New Rules for FCC Broadband Privacy
In October of last year, the Federal Communications Commission adopted into law that any Internet Service Provider (ISP) would have to expressly ask you, the consumer, before collecting logs in any sort of legal proceeding. On March 28th, the GOP passed, through a Congressional Review Act, a repeal to federal regulations that the FCC imposed on ISPs that kept most customer information private.
With this repeal in place, ISPs now have almost free reign on your data. We aren’t at the point yet where an ISP can tie your name and all of your browser history together and sell it to an advertiser, but we aren’t far off from that reality with the going trend of internet privacy. Keeping your browsing habits encrypted and private will lessen you as a target for advertisers looking to purchase you and your data as a package. This is where a VPN can help.
When to use a Cheap VPN
Every internet user can find at least one reason to use a VPN. One of the most common reasons for using a VPN is for torrenting content. This may or may not be legal, but you don’t want your ISP to be working in conjunction with the MPAA or any other agency that is constantly looking for pirated copyrighted material. With a VPN, you mask both your location and your IP address by encrypting the data coming from your computer and sending it to another server that has hundreds of other users connecting to it. The massive flow of information from a single server makes it too difficult to distinguish who is making what requests, effectively anonymizing your traffic.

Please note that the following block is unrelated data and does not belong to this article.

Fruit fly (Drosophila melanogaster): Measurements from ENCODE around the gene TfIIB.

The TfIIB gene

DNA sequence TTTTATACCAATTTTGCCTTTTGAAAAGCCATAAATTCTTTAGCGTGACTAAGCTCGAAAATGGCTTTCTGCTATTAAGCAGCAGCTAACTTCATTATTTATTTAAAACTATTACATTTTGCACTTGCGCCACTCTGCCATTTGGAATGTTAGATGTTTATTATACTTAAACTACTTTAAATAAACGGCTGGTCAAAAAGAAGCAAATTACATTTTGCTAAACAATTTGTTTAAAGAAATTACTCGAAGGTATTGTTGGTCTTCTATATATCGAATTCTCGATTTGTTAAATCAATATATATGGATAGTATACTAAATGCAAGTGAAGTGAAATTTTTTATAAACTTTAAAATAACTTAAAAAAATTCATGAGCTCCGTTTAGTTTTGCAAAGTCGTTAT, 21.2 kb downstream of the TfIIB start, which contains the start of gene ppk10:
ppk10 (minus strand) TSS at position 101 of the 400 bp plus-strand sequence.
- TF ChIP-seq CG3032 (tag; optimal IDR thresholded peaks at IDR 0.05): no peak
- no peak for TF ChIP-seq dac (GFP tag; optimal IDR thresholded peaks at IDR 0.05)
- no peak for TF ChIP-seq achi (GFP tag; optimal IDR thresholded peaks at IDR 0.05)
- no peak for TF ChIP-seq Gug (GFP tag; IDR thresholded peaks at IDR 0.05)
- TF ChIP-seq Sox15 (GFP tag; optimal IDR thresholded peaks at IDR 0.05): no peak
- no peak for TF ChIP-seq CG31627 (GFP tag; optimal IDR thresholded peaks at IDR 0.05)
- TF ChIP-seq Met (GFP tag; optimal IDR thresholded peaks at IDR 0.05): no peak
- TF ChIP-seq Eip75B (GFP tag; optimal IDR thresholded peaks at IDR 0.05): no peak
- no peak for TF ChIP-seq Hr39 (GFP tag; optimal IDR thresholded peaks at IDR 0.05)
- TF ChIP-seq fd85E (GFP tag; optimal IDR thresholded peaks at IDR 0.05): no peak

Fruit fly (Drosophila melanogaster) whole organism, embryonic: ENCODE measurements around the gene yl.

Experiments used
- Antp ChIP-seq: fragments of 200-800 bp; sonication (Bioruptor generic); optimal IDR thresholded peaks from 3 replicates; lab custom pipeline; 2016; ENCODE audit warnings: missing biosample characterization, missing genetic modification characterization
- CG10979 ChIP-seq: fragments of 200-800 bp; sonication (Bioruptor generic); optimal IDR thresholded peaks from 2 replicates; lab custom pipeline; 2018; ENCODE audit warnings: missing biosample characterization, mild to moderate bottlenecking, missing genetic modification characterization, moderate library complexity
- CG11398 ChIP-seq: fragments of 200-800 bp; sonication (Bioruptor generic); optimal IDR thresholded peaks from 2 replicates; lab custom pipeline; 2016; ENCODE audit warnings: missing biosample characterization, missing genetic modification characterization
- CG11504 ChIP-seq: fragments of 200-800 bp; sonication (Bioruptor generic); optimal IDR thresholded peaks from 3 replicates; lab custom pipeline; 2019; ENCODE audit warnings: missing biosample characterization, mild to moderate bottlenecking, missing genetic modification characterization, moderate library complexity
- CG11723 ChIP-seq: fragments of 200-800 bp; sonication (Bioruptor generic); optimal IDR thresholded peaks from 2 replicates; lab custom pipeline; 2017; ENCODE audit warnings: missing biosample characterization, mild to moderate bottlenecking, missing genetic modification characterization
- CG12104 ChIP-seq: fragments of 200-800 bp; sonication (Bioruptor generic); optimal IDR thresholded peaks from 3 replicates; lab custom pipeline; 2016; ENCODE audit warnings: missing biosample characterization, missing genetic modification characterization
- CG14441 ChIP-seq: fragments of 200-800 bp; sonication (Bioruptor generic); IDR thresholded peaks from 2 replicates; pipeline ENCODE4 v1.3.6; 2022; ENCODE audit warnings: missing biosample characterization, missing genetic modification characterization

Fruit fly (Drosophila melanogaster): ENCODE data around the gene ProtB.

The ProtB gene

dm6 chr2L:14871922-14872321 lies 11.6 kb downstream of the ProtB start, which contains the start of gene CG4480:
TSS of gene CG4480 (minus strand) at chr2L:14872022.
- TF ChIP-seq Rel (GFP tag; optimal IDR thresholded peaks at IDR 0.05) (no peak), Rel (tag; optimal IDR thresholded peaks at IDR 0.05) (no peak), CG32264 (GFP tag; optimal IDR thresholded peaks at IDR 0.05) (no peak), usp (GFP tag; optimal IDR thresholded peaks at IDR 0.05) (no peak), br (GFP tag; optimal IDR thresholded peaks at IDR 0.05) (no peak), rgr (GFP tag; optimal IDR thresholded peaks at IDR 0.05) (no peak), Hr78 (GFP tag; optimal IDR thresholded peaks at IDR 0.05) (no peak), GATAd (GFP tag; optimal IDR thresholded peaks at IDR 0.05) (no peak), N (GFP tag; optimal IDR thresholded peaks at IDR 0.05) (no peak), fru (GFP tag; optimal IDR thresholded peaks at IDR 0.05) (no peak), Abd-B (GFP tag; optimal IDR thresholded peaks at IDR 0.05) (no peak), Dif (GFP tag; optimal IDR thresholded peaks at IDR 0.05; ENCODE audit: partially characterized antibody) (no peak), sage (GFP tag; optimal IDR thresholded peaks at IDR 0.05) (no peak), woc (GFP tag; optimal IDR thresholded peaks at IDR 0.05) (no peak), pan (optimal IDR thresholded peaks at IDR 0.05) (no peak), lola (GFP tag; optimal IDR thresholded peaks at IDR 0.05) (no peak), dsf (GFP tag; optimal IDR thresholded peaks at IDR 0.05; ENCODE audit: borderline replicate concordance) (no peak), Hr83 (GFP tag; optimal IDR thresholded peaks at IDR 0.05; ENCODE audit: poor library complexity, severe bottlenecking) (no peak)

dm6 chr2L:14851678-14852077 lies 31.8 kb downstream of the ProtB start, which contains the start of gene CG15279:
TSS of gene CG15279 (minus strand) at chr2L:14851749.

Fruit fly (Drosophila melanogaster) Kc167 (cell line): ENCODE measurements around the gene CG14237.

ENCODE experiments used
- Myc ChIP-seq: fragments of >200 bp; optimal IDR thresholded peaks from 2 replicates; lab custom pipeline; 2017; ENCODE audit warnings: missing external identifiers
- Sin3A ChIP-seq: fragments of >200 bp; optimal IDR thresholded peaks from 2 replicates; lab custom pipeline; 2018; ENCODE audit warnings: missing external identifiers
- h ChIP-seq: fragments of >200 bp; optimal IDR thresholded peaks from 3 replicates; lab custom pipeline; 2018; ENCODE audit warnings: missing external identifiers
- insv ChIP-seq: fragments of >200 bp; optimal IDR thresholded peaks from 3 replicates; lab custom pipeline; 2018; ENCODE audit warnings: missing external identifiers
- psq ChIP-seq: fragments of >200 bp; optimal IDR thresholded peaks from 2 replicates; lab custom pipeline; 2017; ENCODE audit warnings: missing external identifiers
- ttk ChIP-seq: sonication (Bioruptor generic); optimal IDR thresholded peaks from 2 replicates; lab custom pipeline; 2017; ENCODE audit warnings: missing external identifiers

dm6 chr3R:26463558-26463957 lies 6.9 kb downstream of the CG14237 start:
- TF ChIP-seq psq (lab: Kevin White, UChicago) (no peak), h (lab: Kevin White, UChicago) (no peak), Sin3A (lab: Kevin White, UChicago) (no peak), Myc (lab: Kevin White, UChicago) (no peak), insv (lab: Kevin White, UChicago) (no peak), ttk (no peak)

Another instance for using a cheap VPN is when you would like to view a show that is only available in a certain country. Most inexpensive VPN companies offer servers in different countries which defeat any providers’ geographic content restriction policies. Now you can watch your favorite anime even though you’ve never set foot in Japan!
Conducting online business that definitely needs to remain private, such as your banking credentials, in a public network is absolutely one instance where you would use a VPN. In an unsecured network, anyone can turn their network card from listening to traffic designated for them only to listen to all traffic. If your data is going over the air, unencrypted, an attacker could easily swipe your credentials and cause massive fiscal or social damage to you.